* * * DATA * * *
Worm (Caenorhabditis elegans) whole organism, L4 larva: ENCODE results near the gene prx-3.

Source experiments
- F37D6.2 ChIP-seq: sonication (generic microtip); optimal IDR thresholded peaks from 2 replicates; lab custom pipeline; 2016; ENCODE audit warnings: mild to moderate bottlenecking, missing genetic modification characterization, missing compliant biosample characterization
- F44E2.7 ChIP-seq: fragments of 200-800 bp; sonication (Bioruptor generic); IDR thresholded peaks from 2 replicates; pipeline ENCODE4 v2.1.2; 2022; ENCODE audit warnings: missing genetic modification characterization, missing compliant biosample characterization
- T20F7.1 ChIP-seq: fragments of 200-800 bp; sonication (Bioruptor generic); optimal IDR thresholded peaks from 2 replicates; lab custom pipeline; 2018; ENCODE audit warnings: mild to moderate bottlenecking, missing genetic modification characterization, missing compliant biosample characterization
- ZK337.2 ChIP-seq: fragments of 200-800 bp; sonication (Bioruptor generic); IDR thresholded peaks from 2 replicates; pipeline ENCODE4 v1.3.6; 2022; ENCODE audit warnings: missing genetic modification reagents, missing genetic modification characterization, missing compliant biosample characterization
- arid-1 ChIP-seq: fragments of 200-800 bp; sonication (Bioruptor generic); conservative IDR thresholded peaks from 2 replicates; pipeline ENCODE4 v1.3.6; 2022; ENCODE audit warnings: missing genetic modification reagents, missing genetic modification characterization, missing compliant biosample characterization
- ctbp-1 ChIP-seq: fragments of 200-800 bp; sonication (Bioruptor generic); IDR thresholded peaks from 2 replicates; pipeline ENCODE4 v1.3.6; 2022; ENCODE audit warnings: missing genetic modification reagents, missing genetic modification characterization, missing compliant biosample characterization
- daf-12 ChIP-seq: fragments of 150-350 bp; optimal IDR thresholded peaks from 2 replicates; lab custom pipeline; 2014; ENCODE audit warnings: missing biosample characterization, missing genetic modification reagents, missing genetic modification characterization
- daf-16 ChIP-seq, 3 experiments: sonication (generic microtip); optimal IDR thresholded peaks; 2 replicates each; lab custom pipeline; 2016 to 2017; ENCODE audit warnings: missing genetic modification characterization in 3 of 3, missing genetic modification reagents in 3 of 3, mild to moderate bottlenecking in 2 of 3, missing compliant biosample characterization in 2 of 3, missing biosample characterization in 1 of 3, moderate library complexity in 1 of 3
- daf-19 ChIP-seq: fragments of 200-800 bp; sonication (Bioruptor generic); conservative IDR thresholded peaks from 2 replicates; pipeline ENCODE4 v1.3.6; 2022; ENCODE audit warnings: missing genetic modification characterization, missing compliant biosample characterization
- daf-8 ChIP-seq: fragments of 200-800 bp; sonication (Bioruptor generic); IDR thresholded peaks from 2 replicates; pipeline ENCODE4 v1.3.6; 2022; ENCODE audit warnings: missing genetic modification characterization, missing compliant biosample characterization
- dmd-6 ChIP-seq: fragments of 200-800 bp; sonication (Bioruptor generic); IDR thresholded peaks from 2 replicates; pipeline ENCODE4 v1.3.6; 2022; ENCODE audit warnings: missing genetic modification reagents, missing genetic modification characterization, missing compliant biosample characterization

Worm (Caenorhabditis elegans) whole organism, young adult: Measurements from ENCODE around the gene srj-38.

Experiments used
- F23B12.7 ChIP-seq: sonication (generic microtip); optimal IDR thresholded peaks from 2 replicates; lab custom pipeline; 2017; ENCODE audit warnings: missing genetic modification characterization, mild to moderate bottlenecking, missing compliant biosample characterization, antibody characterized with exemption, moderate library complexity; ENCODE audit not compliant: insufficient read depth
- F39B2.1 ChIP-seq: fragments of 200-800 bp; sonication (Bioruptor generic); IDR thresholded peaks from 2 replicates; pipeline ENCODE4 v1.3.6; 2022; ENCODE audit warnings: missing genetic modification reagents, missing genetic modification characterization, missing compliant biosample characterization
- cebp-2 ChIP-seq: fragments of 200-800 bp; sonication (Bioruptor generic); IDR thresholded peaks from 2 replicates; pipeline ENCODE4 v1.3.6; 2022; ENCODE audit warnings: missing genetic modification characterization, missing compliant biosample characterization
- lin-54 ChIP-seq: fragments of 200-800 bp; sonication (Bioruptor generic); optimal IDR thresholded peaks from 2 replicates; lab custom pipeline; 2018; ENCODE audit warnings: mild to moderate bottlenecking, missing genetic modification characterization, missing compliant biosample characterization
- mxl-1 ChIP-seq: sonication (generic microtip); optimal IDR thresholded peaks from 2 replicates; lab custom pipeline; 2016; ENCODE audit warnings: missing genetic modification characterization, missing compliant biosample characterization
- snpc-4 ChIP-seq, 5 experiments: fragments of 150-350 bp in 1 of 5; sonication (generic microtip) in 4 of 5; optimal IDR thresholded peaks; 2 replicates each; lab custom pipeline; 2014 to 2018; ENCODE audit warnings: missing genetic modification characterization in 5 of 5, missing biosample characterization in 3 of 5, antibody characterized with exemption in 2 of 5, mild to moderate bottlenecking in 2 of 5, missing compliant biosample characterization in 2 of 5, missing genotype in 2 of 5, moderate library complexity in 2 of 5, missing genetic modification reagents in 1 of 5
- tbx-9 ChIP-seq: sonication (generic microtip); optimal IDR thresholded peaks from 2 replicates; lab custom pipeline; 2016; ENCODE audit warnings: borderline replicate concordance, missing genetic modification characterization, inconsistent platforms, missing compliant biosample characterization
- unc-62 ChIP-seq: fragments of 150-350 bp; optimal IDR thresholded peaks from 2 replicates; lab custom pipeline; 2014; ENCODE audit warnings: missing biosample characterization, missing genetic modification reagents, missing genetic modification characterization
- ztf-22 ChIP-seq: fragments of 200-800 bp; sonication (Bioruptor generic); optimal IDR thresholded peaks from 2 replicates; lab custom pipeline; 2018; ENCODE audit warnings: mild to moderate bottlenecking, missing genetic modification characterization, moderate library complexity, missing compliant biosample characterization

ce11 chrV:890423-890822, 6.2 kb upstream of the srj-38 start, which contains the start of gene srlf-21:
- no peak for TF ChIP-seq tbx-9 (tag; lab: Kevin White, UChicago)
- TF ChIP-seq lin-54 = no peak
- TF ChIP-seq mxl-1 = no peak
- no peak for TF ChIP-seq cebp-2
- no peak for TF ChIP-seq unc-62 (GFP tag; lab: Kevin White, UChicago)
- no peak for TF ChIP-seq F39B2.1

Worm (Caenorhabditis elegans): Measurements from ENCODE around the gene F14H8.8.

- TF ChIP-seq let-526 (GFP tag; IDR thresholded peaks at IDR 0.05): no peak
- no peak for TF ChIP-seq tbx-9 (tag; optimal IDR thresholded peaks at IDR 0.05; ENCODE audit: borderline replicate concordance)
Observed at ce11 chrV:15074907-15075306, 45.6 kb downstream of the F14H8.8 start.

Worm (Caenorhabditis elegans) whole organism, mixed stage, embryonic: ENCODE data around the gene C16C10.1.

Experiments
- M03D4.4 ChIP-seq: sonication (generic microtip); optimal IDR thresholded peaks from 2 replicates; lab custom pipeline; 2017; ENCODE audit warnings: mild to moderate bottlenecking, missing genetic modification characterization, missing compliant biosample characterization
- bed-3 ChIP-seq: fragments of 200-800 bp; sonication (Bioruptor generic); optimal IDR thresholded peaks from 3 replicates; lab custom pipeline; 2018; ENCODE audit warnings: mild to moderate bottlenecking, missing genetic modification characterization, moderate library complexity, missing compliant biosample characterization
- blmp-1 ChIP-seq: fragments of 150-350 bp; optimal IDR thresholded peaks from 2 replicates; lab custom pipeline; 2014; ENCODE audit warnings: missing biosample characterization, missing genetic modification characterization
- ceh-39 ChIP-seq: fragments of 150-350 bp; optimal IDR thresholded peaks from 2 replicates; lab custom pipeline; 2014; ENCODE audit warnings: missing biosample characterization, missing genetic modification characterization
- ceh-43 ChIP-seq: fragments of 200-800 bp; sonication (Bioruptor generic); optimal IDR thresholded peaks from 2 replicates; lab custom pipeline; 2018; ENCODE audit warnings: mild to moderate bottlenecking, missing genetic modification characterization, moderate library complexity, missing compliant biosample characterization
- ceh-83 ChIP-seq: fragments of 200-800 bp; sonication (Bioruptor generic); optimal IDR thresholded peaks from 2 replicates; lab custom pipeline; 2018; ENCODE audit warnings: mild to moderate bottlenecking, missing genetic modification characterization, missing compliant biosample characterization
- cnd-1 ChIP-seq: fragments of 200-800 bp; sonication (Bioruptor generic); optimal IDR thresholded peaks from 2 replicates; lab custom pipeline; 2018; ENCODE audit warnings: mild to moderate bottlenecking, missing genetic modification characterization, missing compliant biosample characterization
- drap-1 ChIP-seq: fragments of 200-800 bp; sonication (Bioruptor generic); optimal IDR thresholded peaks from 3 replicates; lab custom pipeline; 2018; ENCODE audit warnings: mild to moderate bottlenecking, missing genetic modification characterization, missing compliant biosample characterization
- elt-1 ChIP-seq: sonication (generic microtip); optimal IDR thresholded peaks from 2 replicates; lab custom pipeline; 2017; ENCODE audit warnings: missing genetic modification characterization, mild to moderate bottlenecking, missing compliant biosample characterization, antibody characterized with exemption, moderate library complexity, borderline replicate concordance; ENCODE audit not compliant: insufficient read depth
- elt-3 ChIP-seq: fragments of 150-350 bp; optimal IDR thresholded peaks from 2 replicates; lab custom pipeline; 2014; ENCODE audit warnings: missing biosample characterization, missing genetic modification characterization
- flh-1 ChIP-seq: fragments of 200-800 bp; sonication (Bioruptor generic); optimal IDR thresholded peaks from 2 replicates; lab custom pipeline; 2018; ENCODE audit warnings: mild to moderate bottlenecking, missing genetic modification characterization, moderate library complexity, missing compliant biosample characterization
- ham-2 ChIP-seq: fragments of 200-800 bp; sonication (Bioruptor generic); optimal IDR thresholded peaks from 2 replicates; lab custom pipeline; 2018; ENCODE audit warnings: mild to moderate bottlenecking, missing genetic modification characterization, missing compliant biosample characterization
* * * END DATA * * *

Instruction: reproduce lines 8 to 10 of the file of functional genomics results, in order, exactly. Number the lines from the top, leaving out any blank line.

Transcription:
- ctbp-1 ChIP-seq: fragments of 200-800 bp; sonication (Bioruptor generic); IDR thresholded peaks from 2 replicates; pipeline ENCODE4 v1.3.6; 2022; ENCODE audit warnings: missing genetic modification reagents, missing genetic modification characterization, missing compliant biosample characterization
- daf-12 ChIP-seq: fragments of 150-350 bp; optimal IDR thresholded peaks from 2 replicates; lab custom pipeline; 2014; ENCODE audit warnings: missing biosample characterization, missing genetic modification reagents, missing genetic modification characterization
- daf-16 ChIP-seq, 3 experiments: sonication (generic microtip); optimal IDR thresholded peaks; 2 replicates each; lab custom pipeline; 2016 to 2017; ENCODE audit warnings: missing genetic modification characterization in 3 of 3, missing genetic modification reagents in 3 of 3, mild to moderate bottlenecking in 2 of 3, missing compliant biosample characterization in 2 of 3, missing biosample characterization in 1 of 3, moderate library complexity in 1 of 3